“I don’t know if I really believe in love at first sight,” Ehredt said. “When you look back at the story of how she came to Cleveland, it feels like there was a plan in place. I was in love with her the first time I saw her.”

They plan to marry in the fall of 2017.

Gebeshian couldn’t get back into the gym until she finished her studies in 2014. Ehredt convinced her to come to Cleveland for her training. His mentor in the medical world was Mike Canales, a former gymnast at Ohio State. Canales is married to Dominique Moceanu, an Olympic gold medalist for the U.S. in 1996. Moceanu was able to steer Gebeshian to a local gym where her son also trains. The owners allow Gebeshian to train for free. You can see why Ehredt thinks there might be some divine guidance at work.

Gebeshian got a job at the Cleveland Clinic. She assists in the operating room, primarily on C-sections. Her work week consists of a 24-hour shift on Sundays and a 16-hour shift on Wednesdays. After a three-hour nap, she’s back in the gym by noon on Thursdays, putting in the six-day weeks necessary to get into Olympic shape.

Not that it was easy.

“I was 20 pounds overweight. It was miserable those first couple of months. I came home every day and questioned to Duane, 'Why am I doing this?'” Gebeshian said. “I felt like such an idiot because I was telling people that I was training for the Olympics, and here I can’t even do a basic back handspring. People must have thought I was the biggest joke. They saw me starting from nothing.”

Gebeshian had no coach, unheard of for top international competitors. Instead, she wrote out a year-long plan for herself.

“If it’s written down, I’ll follow it. I like to cross things off my list,” she said.

An Olympian at last

In April 2015, Gebeshian paid her way to France for the European championships and placed 19th. In October, it was time for the world championships in Scotland. Gebeshian got off to a poor start, falling off the balance beam at the outset, but recovered to finish 68th out of 192 gymnasts in all-around qualifying. That brought her to the Olympic test event in April at the Rio Olympic Arena, where Gebeshian’s 30th-place showing was enough to get her comfortably into the Games at last.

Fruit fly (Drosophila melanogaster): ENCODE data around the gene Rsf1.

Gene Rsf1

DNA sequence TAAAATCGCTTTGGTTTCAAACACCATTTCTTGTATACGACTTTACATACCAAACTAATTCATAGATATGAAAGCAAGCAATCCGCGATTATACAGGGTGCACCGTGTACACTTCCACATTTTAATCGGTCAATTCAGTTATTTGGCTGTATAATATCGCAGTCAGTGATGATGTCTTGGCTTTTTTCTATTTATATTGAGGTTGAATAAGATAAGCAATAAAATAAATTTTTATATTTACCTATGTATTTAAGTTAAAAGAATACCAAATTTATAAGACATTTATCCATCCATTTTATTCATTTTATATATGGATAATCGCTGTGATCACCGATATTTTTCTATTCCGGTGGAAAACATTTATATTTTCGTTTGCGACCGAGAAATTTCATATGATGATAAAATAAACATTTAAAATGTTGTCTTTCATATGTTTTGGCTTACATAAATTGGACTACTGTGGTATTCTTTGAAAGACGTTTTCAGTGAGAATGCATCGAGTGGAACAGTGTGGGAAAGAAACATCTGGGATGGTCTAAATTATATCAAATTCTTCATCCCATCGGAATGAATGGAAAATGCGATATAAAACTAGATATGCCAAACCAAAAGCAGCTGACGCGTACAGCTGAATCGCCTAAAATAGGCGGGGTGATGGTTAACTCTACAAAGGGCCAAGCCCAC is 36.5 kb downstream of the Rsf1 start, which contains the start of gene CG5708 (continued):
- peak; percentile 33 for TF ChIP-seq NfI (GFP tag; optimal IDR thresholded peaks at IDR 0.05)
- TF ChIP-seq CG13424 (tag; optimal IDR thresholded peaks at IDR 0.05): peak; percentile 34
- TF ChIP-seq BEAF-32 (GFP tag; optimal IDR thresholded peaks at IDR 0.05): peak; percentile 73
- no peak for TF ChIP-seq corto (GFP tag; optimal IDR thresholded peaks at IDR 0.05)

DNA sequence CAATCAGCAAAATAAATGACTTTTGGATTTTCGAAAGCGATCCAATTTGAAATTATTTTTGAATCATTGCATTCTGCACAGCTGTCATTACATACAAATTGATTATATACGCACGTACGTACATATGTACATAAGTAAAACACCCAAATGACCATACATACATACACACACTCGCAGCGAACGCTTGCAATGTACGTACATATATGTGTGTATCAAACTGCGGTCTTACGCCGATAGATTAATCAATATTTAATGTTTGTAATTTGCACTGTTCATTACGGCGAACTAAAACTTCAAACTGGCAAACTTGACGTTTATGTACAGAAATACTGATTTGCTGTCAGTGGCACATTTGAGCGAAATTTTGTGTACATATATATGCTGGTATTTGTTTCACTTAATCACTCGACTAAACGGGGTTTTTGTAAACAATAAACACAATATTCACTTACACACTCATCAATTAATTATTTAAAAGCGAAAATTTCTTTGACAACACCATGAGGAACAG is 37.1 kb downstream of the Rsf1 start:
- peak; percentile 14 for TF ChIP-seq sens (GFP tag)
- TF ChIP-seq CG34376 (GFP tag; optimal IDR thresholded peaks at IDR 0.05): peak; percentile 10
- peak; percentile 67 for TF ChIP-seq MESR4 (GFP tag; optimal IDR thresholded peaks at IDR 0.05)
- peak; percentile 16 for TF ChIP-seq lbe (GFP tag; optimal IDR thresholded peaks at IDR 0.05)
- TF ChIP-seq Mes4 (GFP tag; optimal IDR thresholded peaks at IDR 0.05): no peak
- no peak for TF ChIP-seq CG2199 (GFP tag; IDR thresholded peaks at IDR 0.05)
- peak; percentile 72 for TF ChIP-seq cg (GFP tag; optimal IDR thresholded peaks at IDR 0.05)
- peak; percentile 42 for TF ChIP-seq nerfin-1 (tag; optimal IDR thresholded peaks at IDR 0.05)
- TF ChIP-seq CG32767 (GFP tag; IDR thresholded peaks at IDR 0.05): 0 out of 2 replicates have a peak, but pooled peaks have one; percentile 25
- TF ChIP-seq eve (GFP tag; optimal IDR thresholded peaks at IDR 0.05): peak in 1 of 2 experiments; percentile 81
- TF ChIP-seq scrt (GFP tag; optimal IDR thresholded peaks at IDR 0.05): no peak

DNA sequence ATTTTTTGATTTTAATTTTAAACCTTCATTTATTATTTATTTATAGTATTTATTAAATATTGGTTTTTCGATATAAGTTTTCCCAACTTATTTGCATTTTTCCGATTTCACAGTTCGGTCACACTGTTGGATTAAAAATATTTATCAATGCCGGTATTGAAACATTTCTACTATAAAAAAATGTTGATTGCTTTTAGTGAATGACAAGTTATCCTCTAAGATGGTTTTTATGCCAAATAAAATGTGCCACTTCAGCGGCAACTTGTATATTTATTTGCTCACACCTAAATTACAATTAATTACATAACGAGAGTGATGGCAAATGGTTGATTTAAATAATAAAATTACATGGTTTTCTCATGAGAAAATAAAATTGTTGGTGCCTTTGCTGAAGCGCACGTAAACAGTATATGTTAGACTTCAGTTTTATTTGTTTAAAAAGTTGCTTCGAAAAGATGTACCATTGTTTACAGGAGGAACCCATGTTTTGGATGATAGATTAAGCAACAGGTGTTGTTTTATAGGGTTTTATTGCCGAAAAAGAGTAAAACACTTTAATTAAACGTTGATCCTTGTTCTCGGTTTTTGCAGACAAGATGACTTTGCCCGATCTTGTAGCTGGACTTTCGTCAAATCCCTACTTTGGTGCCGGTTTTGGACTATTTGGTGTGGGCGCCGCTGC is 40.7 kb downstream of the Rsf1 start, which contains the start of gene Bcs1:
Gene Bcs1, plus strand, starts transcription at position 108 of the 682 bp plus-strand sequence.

She will be Armenia’s lone female gymnast. By the Olympics, she will be 27, eight years older than the average gymnast she’ll compete against. But she’ll be there.

Ehredt plans to fly in to see Gebeshian compete. Her father, stepmother and an uncle already have their tickets. She’s hoping her mother and sister can also make it.

There will be thousands of Armenians rooting for her as well, in that country and also in Cleveland, where Gebeshian and Ehredt have become immersed in that culture. Ehredt was even baptized into the Armenian Apostolic Church and is learning to speak the language.

“I’m ABC: Armenian by choice,” he joked.

Gebeshian is accepting donations to defray her expenses, which range from $600 leotards to $1,500 for international flights. The local Armenian community has been a generous supporter, Ehredt said.

Gebeshian has been thrilled to re-embrace her Armenian roots and knows it will have special meaning to many in her family when she marches under that flag. She is hoping that her Olympic presence can be a springboard for an actual women’s gymnastics program in Armenia.

The Armenian Olympic Committee asked her to fly over to get measured for the matching uniforms the athletes will wear at the Opening Ceremony. That wasn’t practical, so Gebeshian sent them her measurements instead. She’s going to bring some bobby pins just in case some last-second alterations are needed.

Gebeshian said she’s in the best shape of her life, although a medal seems beyond reach. Still, she’s excited to perform a new skill she’s developed for her floor routine. She is keeping details under wraps but holds out hope that it might be named after her. Either way, her gymnastics legacy is secure as the first Armenian Olympian.

There will also be a smaller contingent of Iowans cheering on Gebeshian, led by her onetime coach, Libby. Libby represented Canada in the 1988 Olympics. Gebeshian will be her first former athlete to share that honor.

“It will be a mind-blowing, overwhelming experience. I had very little part in that journey, but any part is amazing,” Libby said.

“She’s breaking barriers in so many ways, age-wise," Libby said. "She’s working at night, training during the day. When does she sleep? For all of those people who think it’s not possible, it is possible, and she’s always believed that. I think it will bring a little tear to my eyes seeing her walk out there.”